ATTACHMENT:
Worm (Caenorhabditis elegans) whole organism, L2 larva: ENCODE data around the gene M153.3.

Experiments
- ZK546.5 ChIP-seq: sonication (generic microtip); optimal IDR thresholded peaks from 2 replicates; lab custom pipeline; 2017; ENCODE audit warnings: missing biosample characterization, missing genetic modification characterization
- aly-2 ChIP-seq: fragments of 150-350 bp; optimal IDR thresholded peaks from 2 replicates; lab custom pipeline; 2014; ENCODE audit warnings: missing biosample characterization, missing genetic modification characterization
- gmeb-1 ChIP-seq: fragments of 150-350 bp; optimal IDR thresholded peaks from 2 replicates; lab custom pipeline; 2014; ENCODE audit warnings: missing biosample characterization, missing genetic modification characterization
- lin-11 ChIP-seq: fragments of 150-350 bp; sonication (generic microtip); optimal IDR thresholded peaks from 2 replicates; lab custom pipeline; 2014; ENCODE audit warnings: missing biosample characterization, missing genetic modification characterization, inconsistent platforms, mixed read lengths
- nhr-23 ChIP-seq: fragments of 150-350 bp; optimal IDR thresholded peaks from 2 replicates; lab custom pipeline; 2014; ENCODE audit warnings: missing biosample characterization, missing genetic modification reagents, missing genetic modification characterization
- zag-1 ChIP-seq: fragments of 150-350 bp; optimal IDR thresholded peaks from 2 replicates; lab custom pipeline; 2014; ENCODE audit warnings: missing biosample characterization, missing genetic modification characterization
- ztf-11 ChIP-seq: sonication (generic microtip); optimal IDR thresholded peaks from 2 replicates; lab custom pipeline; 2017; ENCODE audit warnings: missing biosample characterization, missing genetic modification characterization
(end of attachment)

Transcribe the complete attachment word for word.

Worm (Caenorhabditis elegans) whole organism, L2 larva: ENCODE data around the gene M153.3.

Experiments
- ZK546.5 ChIP-seq: sonication (generic microtip); optimal IDR thresholded peaks from 2 replicates; lab custom pipeline; 2017; ENCODE audit warnings: missing biosample characterization, missing genetic modification characterization
- aly-2 ChIP-seq: fragments of 150-350 bp; optimal IDR thresholded peaks from 2 replicates; lab custom pipeline; 2014; ENCODE audit warnings: missing biosample characterization, missing genetic modification characterization
- gmeb-1 ChIP-seq: fragments of 150-350 bp; optimal IDR thresholded peaks from 2 replicates; lab custom pipeline; 2014; ENCODE audit warnings: missing biosample characterization, missing genetic modification characterization
- lin-11 ChIP-seq: fragments of 150-350 bp; sonication (generic microtip); optimal IDR thresholded peaks from 2 replicates; lab custom pipeline; 2014; ENCODE audit warnings: missing biosample characterization, missing genetic modification characterization, inconsistent platforms, mixed read lengths
- nhr-23 ChIP-seq: fragments of 150-350 bp; optimal IDR thresholded peaks from 2 replicates; lab custom pipeline; 2014; ENCODE audit warnings: missing biosample characterization, missing genetic modification reagents, missing genetic modification characterization
- zag-1 ChIP-seq: fragments of 150-350 bp; optimal IDR thresholded peaks from 2 replicates; lab custom pipeline; 2014; ENCODE audit warnings: missing biosample characterization, missing genetic modification characterization
- ztf-11 ChIP-seq: sonication (generic microtip); optimal IDR thresholded peaks from 2 replicates; lab custom pipeline; 2017; ENCODE audit warnings: missing biosample characterization, missing genetic modification characterization